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REPORTS > KEYWORD > QUANTUM QUERY COMPLEXITY:
Reports tagged with quantum query complexity:
TR05-041 | 12th April 2005
Shengyu Zhang

(Almost) tight bounds for randomized and quantum Local Search on hypercubes and grids

Revisions: 2

The Local Search problem, which finds a
local minimum of a black-box function on a given graph, is of both
practical and theoretical importance to many areas in computer
science and natural sciences. In this paper, we show that for the
Boolean hypercube $\B^n$, the randomized query complexity of Local
more >>>


TR11-040 | 22nd March 2011
Alexander A. Sherstov

Strong Direct Product Theorems for Quantum Communication and Query Complexity

A strong direct product theorem (SDPT) states that solving $n$ instances of a problem requires $\Omega(n)$ times the resources for a single instance, even to achieve success probability $2^{-\Omega(n)}.$ We prove that quantum communication complexity obeys an SDPT whenever the communication lower bound for a single instance is proved by ... more >>>


TR17-169 | 24th October 2017
Mark Bun, Robin Kothari, Justin Thaler

The Polynomial Method Strikes Back: Tight Quantum Query Bounds via Dual Polynomials

The approximate degree of a Boolean function $f$ is the least degree of a real polynomial that approximates $f$ pointwise to error at most $1/3$. The approximate degree of $f$ is known to be a lower bound on the quantum query complexity of $f$ (Beals et al., FOCS 1998 and ... more >>>


TR18-010 | 14th January 2018
Alexander A. Sherstov

Algorithmic polynomials

The approximate degree of a Boolean function $f(x_{1},x_{2},\ldots,x_{n})$ is the minimum degree of a real polynomial that approximates $f$ pointwise within $1/3$. Upper bounds on approximate degree have a variety of applications in learning theory, differential privacy, and algorithm design in general. Nearly all known upper bounds on approximate degree ... more >>>


TR18-156 | 8th September 2018
Mark Bun, Robin Kothari, Justin Thaler

Quantum algorithms and approximating polynomials for composed functions with shared inputs

We give new quantum algorithms for evaluating composed functions whose inputs may be shared between bottom-level gates. Let $f$ be a Boolean function and consider a function $F$ obtained by applying $f$ to conjunctions of possibly overlapping subsets of $n$ variables. If $f$ has quantum query complexity $Q(f)$, we give ... more >>>


TR19-015 | 7th February 2019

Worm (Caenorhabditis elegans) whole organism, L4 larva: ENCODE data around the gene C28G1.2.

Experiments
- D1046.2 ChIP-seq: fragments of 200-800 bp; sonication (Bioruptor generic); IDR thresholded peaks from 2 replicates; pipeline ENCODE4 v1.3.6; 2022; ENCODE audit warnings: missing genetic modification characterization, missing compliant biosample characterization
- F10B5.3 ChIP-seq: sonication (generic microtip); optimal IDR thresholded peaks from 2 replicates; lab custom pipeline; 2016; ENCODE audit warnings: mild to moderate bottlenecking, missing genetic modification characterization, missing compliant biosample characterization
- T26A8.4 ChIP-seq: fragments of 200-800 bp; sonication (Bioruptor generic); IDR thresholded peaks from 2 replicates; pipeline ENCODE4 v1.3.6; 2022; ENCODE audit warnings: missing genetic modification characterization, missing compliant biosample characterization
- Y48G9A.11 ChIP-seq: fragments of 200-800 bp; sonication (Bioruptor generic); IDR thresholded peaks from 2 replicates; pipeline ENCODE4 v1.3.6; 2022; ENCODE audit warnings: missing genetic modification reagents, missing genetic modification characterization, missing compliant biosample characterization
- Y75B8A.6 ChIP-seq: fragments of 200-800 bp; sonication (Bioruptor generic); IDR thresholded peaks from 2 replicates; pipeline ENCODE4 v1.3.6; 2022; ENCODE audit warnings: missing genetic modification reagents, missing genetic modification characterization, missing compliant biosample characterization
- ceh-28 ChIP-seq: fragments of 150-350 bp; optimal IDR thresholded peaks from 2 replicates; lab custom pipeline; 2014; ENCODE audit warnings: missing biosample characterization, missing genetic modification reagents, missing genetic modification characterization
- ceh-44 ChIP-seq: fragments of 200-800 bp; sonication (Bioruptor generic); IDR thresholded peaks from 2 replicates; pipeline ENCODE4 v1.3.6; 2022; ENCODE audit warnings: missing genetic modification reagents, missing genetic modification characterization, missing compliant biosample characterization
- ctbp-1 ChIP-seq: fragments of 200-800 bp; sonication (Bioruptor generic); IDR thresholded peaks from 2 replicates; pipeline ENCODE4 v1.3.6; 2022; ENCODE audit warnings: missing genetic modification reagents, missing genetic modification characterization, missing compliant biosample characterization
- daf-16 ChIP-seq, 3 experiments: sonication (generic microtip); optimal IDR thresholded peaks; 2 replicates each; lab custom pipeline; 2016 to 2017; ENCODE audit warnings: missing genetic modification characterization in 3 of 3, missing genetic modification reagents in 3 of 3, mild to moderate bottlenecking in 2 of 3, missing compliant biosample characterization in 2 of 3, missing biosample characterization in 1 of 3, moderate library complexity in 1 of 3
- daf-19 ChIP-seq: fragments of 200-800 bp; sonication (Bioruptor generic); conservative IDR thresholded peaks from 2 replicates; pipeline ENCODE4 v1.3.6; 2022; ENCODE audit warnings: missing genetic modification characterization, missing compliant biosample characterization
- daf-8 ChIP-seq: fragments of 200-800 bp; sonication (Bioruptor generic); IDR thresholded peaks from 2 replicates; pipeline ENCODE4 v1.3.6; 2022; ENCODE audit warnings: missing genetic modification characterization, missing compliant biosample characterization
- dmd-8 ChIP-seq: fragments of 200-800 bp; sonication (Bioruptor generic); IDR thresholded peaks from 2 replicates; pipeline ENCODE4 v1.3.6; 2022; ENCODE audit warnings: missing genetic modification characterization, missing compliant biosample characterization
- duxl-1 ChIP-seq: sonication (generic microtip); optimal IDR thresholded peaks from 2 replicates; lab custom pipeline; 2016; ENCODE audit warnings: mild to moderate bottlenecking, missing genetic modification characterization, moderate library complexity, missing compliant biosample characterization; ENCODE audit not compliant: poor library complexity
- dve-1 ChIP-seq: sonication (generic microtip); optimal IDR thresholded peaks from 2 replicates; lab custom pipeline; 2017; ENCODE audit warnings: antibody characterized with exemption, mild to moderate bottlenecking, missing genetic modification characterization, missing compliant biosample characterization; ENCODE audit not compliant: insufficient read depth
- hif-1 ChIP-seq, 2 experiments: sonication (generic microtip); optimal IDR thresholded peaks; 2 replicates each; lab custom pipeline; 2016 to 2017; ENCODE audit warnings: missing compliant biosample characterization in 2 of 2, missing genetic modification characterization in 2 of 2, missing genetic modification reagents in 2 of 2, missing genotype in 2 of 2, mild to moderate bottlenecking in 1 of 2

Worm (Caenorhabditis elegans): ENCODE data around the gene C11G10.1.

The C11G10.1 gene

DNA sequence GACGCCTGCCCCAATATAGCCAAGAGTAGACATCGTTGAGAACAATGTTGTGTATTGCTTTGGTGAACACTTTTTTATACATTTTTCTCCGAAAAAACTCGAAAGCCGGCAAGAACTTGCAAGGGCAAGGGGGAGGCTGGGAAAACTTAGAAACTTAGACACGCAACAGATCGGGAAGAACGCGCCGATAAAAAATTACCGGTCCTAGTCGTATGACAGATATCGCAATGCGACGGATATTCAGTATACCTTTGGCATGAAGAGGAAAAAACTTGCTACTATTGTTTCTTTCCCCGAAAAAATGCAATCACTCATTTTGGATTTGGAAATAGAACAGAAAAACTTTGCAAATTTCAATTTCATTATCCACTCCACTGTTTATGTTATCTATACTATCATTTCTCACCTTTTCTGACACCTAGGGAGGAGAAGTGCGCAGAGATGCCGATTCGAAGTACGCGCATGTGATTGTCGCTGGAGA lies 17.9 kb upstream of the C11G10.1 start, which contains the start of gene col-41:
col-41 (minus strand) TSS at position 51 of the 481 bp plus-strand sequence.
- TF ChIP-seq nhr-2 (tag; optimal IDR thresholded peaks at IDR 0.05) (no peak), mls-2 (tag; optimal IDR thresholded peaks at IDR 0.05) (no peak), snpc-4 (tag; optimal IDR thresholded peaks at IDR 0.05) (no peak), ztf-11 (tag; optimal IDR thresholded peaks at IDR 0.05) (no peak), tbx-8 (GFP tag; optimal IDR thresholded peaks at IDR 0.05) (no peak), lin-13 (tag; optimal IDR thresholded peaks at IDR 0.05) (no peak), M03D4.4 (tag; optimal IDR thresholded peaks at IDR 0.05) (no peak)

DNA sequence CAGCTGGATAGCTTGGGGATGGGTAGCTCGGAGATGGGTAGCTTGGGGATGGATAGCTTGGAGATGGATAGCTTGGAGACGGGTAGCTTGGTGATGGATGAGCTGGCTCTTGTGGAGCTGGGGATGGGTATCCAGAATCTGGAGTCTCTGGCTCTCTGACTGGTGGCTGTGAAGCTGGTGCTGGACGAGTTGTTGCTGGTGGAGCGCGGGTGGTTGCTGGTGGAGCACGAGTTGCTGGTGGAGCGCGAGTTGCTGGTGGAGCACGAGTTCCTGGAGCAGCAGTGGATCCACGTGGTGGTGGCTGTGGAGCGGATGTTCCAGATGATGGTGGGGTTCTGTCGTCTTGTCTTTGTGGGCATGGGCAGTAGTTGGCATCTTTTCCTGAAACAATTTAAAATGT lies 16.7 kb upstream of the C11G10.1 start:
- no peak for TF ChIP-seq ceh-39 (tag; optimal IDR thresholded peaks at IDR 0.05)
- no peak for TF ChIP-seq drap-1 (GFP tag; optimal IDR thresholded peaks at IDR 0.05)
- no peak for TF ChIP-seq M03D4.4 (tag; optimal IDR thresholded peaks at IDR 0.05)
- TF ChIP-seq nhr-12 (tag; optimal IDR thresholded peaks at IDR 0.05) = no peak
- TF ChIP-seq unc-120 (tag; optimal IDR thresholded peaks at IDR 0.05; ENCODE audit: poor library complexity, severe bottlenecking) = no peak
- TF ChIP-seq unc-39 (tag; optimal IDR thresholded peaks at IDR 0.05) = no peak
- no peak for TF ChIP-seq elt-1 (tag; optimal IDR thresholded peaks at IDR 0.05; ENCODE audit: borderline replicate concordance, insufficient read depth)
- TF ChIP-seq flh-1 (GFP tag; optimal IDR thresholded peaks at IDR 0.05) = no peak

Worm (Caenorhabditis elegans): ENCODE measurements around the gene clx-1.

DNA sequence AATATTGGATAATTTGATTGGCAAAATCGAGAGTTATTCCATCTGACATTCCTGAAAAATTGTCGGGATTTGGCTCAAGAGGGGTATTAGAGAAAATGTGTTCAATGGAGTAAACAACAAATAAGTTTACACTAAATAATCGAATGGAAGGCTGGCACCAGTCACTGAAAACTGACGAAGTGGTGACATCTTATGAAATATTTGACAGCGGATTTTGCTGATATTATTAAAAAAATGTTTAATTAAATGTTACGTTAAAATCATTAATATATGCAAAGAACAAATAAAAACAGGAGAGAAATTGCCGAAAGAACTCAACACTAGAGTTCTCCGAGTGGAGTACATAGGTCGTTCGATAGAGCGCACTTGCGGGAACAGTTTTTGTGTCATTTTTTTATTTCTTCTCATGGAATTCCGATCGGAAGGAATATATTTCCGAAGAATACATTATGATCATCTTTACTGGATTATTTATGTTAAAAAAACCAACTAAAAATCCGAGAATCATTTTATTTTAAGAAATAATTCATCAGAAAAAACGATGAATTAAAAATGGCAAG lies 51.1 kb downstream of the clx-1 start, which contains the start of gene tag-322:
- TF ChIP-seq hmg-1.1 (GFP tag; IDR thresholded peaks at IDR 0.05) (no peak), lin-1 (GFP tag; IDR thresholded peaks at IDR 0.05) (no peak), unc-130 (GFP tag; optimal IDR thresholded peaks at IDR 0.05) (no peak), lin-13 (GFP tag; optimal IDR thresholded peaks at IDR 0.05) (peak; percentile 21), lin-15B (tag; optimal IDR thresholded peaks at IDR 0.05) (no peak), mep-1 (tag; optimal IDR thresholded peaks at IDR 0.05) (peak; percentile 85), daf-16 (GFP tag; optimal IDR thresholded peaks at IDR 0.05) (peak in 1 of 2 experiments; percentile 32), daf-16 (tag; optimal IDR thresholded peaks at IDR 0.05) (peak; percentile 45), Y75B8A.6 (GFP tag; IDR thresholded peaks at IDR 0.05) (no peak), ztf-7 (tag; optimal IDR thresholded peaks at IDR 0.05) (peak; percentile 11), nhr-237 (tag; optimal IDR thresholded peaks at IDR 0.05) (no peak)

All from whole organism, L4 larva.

William Kretschmer

QMA Lower Bounds for Approximate Counting

We prove a query complexity lower bound for $QMA$ protocols that solve approximate counting: estimating the size of a set given a membership oracle. This gives rise to an oracle $A$ such that $SBP^A \not\subset QMA^A$, resolving an open problem of Aaronson [2]. Our proof uses the polynomial method to ... more >>>


TR19-136 | 23rd September 2019
Sourav Chakraborty, Arkadev Chattopadhyay, Nikhil Mande, Manaswi Paraashar

Quantum Query-to-Communication Simulation Needs a Logarithmic Overhead

Buhrman, Cleve and Wigderson (STOC'98) observed that for every Boolean function $f : \{-1, 1\}^n \to \{-1, 1\}$ and $\bullet : \{-1, 1\}^2 \to \{-1, 1\}$ the two-party bounded-error quantum communication complexity of $(f \circ \bullet)$ is $O(Q(f) \log n)$, where $Q(f)$ is the bounded-error quantum query complexity of $f$. ... more >>>


TR19-179 | 7th December 2019
Avishay Tal

Towards Optimal Separations between Quantum and Randomized Query Complexities

Revisions: 1

The query model offers a concrete setting where quantum algorithms are provably superior to randomized algorithms. Beautiful results by Bernstein-Vazirani, Simon, Aaronson, and others presented partial Boolean functions that can be computed by quantum algorithms making much fewer queries compared to their randomized analogs. To date, separations of $O(1)$ vs. ... more >>>


TR20-020 | 21st February 2020
Nikhil Mande, Justin Thaler, Shuchen Zhu

Improved Approximate Degree Bounds For $k$-distinctness

An open problem that is widely regarded as one of the most important in quantum query complexity is to resolve the quantum query complexity of the $k$-distinctness function on inputs of size $N$. While the case of $k=2$ (also called Element Distinctness) is well-understood, there is a polynomial gap between ... more >>>




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